Manufacturing is arguably one of the country’s most important commercial sectors. In terms of industrial output, the United States is the world’s second largest manufacturer, with an industrial output of nearly $1.7 billion in 2010.
From 1983 to 2005, the United States exports increased by 340%. Manufactured goods alone increased by 407% through this period. So, what are some of the country’s top manufactured exports? Well, it depends on the year. In 1983, some of the top exports included transportation equipment, computers, electronic products, farm machinery, chemicals, food, and kindred products. According to Wikipedia, these products accounted for 69% of the country’s exports in 1983.
During this same period, computer and electronic product experts increased by 493%; thus, surpassing transportation to become the country’s leading export commodity .
More recently, U.S. manufacturing exports have seen an increase in demand. In the first quarter of 2010, for instance, the country’s total merchandise exports increased by roughly 20%. The highest export commodities for 2010, however, remained the same as in 2009, with commodities like transportation equipment, computers, electronic products, chemicals, machinery, farm equipment and miscellaneous commodities topping the list.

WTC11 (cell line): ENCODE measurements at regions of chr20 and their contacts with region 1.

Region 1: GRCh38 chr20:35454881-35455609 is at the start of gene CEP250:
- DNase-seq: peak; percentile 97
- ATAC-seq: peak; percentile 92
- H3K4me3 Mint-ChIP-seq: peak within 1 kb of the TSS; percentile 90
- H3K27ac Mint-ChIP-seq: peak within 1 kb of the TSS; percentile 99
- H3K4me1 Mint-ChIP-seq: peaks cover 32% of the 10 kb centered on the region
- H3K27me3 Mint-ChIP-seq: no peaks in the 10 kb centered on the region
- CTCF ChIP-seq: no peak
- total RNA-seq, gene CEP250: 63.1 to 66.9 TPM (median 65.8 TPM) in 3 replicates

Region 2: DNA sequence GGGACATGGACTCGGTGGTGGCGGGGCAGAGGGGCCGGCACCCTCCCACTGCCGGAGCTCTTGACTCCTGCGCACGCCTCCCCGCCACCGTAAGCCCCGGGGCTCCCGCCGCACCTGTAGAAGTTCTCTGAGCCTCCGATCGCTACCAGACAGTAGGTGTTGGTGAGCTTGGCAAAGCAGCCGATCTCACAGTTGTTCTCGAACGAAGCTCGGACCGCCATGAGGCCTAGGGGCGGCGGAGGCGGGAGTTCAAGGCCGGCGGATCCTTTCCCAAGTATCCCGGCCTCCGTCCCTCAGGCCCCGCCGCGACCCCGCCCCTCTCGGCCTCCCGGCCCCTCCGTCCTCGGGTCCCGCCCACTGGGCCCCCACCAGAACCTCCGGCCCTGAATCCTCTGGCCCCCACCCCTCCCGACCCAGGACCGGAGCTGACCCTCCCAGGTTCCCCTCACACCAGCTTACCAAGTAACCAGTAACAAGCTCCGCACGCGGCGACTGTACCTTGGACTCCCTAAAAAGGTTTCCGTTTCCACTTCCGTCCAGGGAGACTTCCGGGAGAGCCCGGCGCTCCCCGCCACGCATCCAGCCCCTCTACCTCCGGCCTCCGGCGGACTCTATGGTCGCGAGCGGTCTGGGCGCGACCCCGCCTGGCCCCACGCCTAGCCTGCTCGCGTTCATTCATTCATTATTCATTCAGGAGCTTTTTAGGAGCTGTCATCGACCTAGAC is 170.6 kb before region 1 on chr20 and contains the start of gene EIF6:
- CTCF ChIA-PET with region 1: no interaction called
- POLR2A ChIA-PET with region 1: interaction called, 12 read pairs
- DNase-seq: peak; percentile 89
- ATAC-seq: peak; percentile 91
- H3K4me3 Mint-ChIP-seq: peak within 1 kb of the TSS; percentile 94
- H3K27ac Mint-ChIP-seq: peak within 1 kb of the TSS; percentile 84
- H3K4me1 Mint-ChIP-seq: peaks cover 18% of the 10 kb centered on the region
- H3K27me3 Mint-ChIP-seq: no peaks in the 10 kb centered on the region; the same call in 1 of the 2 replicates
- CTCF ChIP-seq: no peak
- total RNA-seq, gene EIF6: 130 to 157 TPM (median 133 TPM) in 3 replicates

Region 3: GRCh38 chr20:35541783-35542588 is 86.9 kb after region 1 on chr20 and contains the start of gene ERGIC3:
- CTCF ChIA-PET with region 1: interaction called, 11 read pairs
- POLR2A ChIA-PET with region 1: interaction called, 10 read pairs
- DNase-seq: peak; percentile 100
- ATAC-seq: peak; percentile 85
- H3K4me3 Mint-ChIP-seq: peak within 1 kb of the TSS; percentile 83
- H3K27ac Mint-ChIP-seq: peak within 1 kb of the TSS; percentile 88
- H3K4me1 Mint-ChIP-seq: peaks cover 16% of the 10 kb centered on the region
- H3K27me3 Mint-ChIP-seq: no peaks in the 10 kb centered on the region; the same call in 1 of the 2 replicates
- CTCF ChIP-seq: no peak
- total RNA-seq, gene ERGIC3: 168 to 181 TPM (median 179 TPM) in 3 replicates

It’s also worth noting that some of the top markets for manufactured products include Canada, Mexico, Japan, China, the UK, Germany, South Korea, the Netherlands, France, and Taiwan. Exports to Mexico have specifically increased substantially during the period of 1983 to 2005. Before this period, Japan was the country’s second largest market for manufactured exports. Now, however, Mexico holds this title.
Of course, the American manufacturing industry — like all industries — has experienced its fair share of ups and downs. At the turn of the 21st century, the industry experienced a decline, with many manufacturers forced to downsize or close their doors completely. The good news is that the industry has since turned back around in a positive direction. As we’ve discussed previously here on our blog, the American manufacturing industry has experienced growth in the past six consecutive months, creating tens of thousands of new jobs.
So, what’s in store for the future of American manufacturing? While there’s no way to foresee the market with 100% accuracy, all signs point towards a strong and growing industry. President Trump has announced plans to revitalize the manufacturing industry, encouraging companies to stop producing goods overseas and instead produce them here stateside.No tags for this post.